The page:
We don’t usually talk about sentencing on this site because sentences can vary widely between jurisdictions and from defendant to defendant based on the facts of the case and the particularities of the defendant. But this is different. On August 3, 2010, President Obama signed into law the Fair Sentencing Act which makes profound changes to the Anti-Drug Abuse Act of 1986. These changes will help to make the criminal justice system more fair and help erase some of the built in racism of the 1986 measure.
The Anti-Drug Abuse Act of 1986, among other things, created the 100:1 ratio of crack to powder cocaine. The 1986 law punished the sale of 500 grams of powder cocaine or 5 grams of crack cocaine with a 5 year mandatory minimum sentence. Someone caught with 1,000 grams of powder cocaine or 10 grams of crack cocaine faced a 10 year mandatory minimum sentence.
Some of you may remember (and others of you probably learned in history class) that in 1986 the country was in the midst of “The War on Drugs.” In 1983, the D.A.R.E. (Drug Abuse Resistance Education) was founded. President Ronald Reagan called drugs a menace to society and vowed that there would be strong law enforcement. First Lady Nancy Reagan made this her crusade, founding the “Just Say No” campaign aimed at school aged children. During the 1980’s drug arrests in the United States rose 126%.
In the midst of this fervor, Congress passed a bi-partisan bill that was approved with almost no consideration of scientific evidence or the realistic consequences in money and human lives.
Looking back over the last three decades, we are seeing that this law disproportionately affects young black men. Statistics show that African-American men are more often targeted by law enforcement for drug related offenses. Almost 80% of the person’s sentenced under this law are African-American, even though most crack users are not black.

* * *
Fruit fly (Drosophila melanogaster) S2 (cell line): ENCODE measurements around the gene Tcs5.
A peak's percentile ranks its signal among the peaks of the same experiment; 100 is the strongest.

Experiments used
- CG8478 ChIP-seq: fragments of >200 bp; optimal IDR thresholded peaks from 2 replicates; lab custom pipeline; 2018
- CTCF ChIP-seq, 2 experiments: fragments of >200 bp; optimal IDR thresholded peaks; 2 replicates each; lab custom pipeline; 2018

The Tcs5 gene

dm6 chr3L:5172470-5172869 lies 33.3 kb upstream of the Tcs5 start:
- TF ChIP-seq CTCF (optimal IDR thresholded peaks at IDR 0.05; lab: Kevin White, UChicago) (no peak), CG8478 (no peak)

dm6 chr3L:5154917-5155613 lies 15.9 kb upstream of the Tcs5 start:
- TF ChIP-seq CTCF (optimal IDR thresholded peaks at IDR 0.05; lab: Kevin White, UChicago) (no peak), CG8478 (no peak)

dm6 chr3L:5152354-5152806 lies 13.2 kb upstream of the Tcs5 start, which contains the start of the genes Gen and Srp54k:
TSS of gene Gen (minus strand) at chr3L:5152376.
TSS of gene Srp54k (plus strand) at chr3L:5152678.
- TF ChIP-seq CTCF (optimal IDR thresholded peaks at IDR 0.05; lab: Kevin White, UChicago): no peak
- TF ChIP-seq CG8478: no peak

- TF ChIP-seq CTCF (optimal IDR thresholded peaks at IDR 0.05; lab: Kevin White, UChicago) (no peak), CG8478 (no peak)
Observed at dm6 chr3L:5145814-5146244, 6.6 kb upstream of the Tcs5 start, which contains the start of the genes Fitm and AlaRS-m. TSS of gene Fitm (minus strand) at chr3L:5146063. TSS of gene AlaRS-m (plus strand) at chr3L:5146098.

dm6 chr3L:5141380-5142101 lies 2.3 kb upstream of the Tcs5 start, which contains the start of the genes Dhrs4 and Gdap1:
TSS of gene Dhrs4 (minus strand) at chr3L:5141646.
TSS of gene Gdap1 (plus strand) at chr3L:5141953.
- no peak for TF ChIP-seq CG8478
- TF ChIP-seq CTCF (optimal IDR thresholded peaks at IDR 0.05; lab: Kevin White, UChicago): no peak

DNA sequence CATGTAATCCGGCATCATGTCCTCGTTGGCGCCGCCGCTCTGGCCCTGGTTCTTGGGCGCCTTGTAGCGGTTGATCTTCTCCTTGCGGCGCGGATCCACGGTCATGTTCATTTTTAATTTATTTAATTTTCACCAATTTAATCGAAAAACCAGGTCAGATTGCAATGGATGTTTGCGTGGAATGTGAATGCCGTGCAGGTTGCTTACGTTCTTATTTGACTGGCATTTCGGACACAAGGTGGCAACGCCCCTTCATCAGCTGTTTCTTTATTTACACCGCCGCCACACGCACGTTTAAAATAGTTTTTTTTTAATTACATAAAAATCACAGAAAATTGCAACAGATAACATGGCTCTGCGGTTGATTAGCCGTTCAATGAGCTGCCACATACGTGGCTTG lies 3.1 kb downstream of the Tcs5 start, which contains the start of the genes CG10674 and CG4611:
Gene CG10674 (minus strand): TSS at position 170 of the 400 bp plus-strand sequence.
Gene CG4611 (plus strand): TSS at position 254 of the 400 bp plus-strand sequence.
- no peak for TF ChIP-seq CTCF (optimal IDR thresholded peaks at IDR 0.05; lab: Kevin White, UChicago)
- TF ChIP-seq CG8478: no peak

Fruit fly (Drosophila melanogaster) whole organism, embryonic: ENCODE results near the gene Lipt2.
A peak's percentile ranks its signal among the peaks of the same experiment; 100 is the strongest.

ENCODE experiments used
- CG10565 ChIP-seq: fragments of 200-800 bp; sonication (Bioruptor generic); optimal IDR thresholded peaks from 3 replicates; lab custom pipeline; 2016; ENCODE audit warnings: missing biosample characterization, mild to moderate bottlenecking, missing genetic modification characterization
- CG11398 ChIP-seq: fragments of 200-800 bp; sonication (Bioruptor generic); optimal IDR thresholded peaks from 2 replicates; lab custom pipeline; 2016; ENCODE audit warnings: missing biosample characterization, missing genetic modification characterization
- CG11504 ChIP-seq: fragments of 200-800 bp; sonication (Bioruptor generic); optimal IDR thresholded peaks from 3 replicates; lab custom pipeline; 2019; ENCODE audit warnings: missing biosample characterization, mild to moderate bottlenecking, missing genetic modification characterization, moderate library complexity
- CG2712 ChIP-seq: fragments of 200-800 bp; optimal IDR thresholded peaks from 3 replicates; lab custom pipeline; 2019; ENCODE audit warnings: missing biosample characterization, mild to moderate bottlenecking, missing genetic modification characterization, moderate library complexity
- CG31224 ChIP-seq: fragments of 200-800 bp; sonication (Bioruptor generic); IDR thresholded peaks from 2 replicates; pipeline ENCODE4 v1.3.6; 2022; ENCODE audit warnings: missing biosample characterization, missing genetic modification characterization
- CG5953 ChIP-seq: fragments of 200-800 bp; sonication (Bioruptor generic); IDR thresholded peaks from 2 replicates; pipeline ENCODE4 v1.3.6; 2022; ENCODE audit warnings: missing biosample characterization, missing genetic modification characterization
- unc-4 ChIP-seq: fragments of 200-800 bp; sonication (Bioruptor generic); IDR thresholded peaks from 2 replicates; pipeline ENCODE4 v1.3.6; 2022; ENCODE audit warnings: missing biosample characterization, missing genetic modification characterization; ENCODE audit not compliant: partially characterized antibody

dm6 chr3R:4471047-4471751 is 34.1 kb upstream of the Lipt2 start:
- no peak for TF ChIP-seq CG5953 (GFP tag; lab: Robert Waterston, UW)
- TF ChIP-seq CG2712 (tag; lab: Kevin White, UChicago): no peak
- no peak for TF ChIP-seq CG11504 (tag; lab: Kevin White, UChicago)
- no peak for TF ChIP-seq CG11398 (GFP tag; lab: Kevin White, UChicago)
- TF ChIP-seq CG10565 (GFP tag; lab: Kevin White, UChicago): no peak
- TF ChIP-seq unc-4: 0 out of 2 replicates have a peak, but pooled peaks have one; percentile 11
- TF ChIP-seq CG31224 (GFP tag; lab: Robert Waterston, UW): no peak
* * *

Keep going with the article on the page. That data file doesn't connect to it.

This disproportionate impact on one race, coupled with the staggering 18.4 billion federal dollar drug-control budget in 2000, the public disillusionment with the War on Drugs—finding that in October 2008 3 out of 4 Americans thought it was a failure, and President Obama’s promise of reform; combined to give us the Fair Sentencing Act of 2010 that was signed into law by President Obama on August 3, 2010.
This new law increases the amount of crack cocaine triggering a mandatory minimum sentence of 5 years to 28 grams and 280 grams is required to trigger the 10 year mandatory minimum. The law also eliminated the 5 year mandatory minimum sentence for simple possession of crack cocaine.
For those of you that think this is a liberal easy on crime law, the new law increases the penalties for drug offenses that involve vulnerable victims, violence or a number of other aggravating factors. The law will not be applied retroactively. And for those of you looking at the federal budget, take a look at this stat:
The estimate from the Federal Bureau of Prisons is that it costs $25,895 a year to house each prisoner. According to the U.S. Sentencing Commission, eliminating the sentencing disparity between powder and crack cocaine would reduce the prison population by over 13,000 in 10 years.
That is a nice chunk of change to put towards something else that might make a difference in the lives of United States citizens.